“Are you slut-shaming me?”


It hurt bad. It stung. ‘Slut’ was a taboo word in the Bakshi household – how dare she utter that word, only those kind of women blurt out those kind of words! She tossed and turned all night, she barely slept a wink that night. Like most women who remain shackled in unhappy marriages, usually for their children’s sake, Mrs. Bakshi, too, put up with her abusive husband. She lived in fear of his shifting moods, his volatile temperament and his narrow-mindedness.

A woman can endure so much more when she is afraid, when she feels powerless.

What Would I Wish for on My 20th Birthday?
By Mrs. Bookshi       

Move over the aroma of freshly baked cookies or freshly laundered clothes – have you ever sniffed the pages of a freshly printed book?

The scent of fresh ink on paper and even aging paper is intoxicating. It smells way better than the scent of mud after it rains.

How I loved sniffing the pages of “Birthday Girl” by Haruki Murakami.

I am an ardent Murakami fan, devouring one book after the other. This tiny booklet is yet another masterpiece by a master storyteller whose tales captivate, whose words linger!

A seemingly mundane story with a mysterious undertone, ‘Birthday girl’, too, ends on a note of ambiguity. The story is about a woman turning twenty and her chance encounter with the reclusive owner of the restaurant. The woman in question is a part time waitress at an Italian restaurant in downtown Tokyo. Since her co-waitress calls in sick at the last minute, and the manager, too, is rushed off to a hospital, she ends up spending her birthday at work, and is entrusted with the responsibility of delivering dinner to the restaurant owner’s room that night. He learns it’s her birthday and grants her a wish; however, once she has made the wish she is not allowed to change her mind.

The woman, the protagonist of the story, tells the narrator of the story that her wish has been granted so far, but she’s yet to see how things work out until the end. “It was a wish that takes time to come true”, she tells the narrator in the present day scenario.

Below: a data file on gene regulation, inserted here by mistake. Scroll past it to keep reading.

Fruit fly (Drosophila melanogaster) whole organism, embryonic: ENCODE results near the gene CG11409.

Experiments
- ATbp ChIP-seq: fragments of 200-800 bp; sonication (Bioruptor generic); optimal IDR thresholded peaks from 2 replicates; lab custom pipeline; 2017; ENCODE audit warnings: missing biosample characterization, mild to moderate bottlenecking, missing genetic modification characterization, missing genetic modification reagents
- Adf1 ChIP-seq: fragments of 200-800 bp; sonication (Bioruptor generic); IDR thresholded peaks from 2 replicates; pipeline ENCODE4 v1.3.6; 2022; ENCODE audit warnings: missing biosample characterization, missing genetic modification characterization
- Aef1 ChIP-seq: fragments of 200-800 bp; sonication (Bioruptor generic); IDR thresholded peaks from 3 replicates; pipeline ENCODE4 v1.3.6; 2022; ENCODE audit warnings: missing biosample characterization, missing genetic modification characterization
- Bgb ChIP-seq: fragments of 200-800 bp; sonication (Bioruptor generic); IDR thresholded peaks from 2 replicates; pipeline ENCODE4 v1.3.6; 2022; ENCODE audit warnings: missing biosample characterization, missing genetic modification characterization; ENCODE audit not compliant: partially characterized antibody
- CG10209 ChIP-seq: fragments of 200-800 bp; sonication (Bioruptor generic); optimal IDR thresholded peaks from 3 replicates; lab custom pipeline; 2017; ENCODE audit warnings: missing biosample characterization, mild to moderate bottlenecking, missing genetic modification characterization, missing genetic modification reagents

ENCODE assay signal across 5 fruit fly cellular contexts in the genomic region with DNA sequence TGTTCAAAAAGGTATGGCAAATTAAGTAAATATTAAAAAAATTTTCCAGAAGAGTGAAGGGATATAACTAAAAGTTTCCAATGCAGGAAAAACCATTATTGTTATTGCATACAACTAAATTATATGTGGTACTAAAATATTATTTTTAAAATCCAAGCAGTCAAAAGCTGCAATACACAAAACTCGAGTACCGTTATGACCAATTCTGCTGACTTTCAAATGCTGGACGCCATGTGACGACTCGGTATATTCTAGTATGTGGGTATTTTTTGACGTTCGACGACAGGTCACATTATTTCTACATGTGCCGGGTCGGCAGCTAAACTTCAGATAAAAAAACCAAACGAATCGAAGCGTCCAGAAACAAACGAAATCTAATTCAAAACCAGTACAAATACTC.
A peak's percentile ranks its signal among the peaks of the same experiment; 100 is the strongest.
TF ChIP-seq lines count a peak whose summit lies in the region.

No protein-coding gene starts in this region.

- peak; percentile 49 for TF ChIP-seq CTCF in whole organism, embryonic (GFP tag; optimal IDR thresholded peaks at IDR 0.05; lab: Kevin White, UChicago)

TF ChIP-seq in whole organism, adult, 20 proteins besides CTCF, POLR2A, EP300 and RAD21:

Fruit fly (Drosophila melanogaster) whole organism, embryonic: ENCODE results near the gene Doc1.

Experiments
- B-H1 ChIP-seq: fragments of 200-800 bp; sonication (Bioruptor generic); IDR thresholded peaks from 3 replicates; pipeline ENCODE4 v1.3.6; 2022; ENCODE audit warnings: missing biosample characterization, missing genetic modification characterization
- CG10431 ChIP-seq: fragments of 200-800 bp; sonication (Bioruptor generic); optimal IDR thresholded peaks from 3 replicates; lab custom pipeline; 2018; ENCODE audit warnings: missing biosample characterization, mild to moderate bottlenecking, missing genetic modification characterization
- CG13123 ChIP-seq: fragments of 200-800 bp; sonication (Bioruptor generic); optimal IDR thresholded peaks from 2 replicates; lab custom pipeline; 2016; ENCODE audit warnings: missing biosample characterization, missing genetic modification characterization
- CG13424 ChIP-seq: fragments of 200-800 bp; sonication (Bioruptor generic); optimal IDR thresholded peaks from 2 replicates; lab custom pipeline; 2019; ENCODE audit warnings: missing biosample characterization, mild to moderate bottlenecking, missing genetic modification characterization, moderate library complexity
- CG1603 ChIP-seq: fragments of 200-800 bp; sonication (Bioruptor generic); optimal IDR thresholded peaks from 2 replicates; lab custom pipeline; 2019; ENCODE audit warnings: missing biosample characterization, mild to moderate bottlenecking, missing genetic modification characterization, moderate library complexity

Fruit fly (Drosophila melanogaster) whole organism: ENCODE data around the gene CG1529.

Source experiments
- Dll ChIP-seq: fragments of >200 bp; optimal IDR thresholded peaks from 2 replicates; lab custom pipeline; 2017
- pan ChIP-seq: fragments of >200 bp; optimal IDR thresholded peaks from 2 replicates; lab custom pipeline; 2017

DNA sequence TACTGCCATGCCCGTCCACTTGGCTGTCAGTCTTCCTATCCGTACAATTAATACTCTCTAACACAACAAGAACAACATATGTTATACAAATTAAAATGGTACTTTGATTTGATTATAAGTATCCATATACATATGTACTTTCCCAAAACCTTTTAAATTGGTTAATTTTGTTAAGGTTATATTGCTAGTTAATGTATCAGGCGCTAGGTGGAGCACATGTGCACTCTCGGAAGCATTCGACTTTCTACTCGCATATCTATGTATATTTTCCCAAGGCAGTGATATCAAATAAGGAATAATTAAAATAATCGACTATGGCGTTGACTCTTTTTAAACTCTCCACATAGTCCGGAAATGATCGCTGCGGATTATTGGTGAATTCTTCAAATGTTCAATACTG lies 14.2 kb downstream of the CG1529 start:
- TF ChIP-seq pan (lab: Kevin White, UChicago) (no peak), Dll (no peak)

Murakami, expectedly, does not reveal her wish to readers. I think his genius lies in his ability to keep us guessing and craving for more. If you are seeking clarity and closure, Haruki Murakami is not for you.

So what did the waitress wish for? Many minds, many interpretations! Some believe she tricked her mind into believing her twentieth birthday wasn’t totally uneventful, hence, she conjured up the whole wish-fulfillment thing in her head. The wish was merely a figment of her imagination.

My interpretation is, she didn’t wish at all, which is precisely why the restaurant owner was surprised and shocked. She seems to be wise beyond her years unlike most adolescents on the cusp of adulthood.

I highly recommend this story because it has all of Murakami’s signature elements, it is surreal, gripping, moreover, it is a quick read.

However, the story got me thinking, it triggered a whirlpool of thoughts in my mind. Birthday or no birthday, we are all waiting for something extraordinary to happen to us, as if it would turn our lives around. As a matter of fact, for the most part, nothing exciting happens. If you don’t take joy in the simple pleasures of life like reading a book on a rainy afternoon, dropping your son off to football or savouring a steaming cup of chai latte, chances are, you are going to be unhappy and disillusioned for the rest of your life. If your happiness is contingent upon external factors like a trip to Paris or even perfect relationships, chances are, you are never going to be happy. There are two ways of looking at life – accept your situation or let go of it – being on tenterhooks is more exhausting than anything else. If you have the power to change anything that threatens your happiness or peace, change it all you can, if you are unable to change a situation that makes you unhappy or edgy, change your perception about it, make peace with it, breathe some life into it, easier said than done but that’s the way the cookie crumbles!

What would I wish for if I were in the Birthday Girl’s place? Well, I am going to turn forty tommorrow, so, on my 40th milestone, I wish I could wear red lipstick and live a little!

Mrs. Bakshi’s eyes teared over. Long bouts of weeping followed surrender.

Swati Moheet Agrawal is a freelance writer based in Mumbai, India. Her works have appeared in the Times of IndiaCafé DissensusTwist & Twain magazine, Storizen, Indian Economy & Market Magazine and India’s premier mind-body-soul magazine, Life Positive. When she's not reading or writing, she likes to engage in creative pursuits like decoupage artwork. She also has a penchant for long walks and starry skies. She can be contacted at